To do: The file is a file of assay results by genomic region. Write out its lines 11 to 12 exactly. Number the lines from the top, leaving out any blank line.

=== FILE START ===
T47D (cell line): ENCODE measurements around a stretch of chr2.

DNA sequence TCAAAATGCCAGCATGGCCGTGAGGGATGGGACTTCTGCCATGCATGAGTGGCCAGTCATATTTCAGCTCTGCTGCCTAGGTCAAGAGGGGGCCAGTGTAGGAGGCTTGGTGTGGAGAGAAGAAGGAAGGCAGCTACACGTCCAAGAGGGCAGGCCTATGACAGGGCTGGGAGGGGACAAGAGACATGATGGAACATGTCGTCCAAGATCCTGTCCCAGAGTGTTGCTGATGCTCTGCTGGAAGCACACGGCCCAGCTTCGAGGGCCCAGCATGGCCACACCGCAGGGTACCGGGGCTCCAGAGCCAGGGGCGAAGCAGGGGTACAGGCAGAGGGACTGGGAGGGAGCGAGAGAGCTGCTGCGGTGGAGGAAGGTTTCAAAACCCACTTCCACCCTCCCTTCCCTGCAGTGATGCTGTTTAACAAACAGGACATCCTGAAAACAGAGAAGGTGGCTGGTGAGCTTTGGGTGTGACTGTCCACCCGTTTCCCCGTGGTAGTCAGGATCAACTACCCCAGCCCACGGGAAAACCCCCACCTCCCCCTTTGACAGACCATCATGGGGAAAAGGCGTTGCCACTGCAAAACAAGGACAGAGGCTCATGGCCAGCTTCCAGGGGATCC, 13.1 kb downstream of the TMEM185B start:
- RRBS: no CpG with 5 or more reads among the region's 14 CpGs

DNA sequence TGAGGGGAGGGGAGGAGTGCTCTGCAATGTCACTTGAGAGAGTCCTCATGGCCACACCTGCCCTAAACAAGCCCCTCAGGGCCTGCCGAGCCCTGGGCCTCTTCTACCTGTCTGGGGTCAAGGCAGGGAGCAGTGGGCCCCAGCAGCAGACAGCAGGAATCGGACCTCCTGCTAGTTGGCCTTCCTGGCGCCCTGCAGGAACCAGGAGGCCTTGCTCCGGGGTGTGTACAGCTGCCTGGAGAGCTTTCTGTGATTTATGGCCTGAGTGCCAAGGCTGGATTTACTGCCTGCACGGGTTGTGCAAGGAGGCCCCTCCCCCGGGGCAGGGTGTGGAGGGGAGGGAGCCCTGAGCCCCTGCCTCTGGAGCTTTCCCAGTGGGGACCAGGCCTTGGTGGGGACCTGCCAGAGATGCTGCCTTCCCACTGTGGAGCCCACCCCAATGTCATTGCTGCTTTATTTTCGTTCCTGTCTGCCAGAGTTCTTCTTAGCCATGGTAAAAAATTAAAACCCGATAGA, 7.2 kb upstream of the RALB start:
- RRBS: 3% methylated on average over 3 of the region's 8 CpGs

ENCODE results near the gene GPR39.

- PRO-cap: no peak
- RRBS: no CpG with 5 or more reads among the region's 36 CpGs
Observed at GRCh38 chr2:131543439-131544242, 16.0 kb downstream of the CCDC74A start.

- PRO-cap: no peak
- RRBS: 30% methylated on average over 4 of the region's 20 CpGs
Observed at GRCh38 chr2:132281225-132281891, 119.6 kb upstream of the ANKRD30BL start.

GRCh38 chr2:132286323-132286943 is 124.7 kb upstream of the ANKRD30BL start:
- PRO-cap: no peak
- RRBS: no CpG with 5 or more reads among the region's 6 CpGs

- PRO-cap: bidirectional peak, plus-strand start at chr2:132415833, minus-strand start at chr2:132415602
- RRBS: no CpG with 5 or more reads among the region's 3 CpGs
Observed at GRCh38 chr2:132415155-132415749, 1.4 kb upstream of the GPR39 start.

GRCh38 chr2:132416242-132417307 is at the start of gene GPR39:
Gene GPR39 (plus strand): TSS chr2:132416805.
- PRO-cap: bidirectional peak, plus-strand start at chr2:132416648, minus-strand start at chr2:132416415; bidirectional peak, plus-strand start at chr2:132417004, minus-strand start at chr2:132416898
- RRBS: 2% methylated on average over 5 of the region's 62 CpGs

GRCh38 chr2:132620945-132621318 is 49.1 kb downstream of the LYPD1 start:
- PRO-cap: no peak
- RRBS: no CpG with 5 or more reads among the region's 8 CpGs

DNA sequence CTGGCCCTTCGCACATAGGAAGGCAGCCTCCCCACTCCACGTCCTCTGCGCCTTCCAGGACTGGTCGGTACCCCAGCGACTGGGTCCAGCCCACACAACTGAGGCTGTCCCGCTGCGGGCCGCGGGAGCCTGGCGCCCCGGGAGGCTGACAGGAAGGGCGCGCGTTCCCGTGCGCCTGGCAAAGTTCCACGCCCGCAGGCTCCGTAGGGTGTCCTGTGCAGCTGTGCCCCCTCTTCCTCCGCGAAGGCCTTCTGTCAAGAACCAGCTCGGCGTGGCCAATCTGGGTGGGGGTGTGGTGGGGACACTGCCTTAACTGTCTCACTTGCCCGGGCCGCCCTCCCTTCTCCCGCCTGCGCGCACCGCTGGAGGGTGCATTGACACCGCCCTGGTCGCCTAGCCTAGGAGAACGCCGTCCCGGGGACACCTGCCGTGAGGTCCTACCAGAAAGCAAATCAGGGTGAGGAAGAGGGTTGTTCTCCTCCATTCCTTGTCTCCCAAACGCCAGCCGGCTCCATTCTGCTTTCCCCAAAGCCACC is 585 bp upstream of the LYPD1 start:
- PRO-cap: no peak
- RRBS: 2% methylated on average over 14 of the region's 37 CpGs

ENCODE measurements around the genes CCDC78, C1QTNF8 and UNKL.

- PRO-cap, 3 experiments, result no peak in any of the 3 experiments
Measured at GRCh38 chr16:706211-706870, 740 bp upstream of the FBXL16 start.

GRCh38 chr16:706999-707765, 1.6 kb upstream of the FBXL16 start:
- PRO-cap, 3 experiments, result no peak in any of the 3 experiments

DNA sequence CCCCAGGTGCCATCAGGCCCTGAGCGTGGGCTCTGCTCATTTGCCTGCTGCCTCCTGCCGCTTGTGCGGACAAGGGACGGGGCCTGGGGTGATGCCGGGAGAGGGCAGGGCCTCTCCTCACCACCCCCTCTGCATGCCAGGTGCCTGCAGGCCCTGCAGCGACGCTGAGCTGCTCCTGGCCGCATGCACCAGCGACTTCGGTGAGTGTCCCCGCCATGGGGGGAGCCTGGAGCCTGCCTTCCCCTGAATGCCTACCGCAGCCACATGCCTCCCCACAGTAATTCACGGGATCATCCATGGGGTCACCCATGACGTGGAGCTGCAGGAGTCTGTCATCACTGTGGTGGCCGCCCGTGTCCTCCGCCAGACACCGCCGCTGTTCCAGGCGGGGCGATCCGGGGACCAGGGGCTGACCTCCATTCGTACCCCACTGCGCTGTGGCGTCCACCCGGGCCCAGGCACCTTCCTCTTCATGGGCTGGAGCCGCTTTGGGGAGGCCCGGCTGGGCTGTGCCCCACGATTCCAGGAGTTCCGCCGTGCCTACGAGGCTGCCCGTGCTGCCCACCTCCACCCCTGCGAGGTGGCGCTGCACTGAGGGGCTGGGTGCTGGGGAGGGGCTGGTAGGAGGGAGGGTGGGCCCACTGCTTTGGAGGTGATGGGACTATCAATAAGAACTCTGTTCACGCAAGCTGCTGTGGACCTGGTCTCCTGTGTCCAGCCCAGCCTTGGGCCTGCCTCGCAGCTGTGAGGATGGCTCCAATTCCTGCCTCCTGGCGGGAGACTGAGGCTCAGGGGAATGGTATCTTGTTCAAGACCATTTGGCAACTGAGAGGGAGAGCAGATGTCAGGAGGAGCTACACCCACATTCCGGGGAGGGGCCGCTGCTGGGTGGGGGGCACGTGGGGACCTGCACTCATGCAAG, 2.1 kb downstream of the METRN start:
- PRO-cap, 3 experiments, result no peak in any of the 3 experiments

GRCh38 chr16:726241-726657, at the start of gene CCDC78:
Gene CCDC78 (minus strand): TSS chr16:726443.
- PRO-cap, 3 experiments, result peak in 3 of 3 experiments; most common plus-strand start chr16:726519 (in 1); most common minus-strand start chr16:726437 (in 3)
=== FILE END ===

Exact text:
- RRBS: 30% methylated on average over 4 of the region's 20 CpGs
Observed at GRCh38 chr2:132281225-132281891, 119.6 kb upstream of the ANKRD30BL start.